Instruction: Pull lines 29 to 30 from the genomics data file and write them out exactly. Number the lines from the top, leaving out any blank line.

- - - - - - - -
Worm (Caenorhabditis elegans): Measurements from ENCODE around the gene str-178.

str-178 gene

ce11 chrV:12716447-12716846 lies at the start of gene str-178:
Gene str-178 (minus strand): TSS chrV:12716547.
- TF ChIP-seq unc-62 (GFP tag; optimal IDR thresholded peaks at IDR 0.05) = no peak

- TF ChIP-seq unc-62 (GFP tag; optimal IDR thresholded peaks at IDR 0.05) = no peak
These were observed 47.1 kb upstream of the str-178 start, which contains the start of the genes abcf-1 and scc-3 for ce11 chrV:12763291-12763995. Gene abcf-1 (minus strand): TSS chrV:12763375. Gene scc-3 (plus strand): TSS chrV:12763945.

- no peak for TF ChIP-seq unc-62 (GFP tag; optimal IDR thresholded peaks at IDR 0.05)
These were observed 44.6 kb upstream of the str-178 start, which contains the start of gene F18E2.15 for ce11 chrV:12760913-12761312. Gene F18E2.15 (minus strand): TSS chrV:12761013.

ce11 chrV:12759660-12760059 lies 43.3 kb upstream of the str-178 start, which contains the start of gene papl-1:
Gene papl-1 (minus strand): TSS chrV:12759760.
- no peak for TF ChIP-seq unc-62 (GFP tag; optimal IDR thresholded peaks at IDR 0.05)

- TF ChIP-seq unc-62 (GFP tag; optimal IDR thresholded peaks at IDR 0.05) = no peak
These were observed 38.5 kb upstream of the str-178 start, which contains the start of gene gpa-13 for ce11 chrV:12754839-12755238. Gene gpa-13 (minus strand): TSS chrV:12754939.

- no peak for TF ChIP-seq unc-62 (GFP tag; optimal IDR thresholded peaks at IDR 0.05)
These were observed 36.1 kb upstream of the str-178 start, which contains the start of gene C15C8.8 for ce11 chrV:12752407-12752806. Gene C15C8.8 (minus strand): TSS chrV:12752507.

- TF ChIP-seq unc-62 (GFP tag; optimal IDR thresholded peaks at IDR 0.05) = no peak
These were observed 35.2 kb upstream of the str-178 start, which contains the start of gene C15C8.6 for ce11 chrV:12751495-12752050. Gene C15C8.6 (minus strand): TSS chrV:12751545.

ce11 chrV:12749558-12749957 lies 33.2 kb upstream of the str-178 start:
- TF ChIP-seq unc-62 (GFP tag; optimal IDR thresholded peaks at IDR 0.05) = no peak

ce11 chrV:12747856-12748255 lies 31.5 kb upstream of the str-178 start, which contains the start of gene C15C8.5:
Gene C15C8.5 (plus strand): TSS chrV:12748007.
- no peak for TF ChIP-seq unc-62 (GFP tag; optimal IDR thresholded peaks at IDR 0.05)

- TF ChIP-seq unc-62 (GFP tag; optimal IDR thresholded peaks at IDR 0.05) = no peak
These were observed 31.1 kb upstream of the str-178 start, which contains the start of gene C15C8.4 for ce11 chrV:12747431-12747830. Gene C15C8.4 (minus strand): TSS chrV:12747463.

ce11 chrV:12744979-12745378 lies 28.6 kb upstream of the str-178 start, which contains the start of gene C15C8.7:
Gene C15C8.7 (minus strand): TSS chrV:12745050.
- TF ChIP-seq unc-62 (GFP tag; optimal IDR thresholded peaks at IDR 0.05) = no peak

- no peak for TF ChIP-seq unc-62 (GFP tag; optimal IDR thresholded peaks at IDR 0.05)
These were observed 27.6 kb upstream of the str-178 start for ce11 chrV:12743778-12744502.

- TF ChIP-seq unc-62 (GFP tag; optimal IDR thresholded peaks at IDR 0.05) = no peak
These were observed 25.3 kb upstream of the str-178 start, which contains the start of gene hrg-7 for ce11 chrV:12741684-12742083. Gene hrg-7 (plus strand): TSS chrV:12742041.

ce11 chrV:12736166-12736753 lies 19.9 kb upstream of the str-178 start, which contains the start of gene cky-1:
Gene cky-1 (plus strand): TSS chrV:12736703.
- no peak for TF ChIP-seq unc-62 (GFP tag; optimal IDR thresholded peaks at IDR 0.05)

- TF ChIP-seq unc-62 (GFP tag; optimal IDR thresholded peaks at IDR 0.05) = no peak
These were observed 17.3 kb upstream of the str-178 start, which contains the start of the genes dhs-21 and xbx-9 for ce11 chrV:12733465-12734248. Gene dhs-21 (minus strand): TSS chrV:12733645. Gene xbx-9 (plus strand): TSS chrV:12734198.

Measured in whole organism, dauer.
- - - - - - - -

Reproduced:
- no peak for TF ChIP-seq unc-62 (GFP tag; optimal IDR thresholded peaks at IDR 0.05)
These were observed 27.6 kb upstream of the str-178 start for ce11 chrV:12743778-12744502.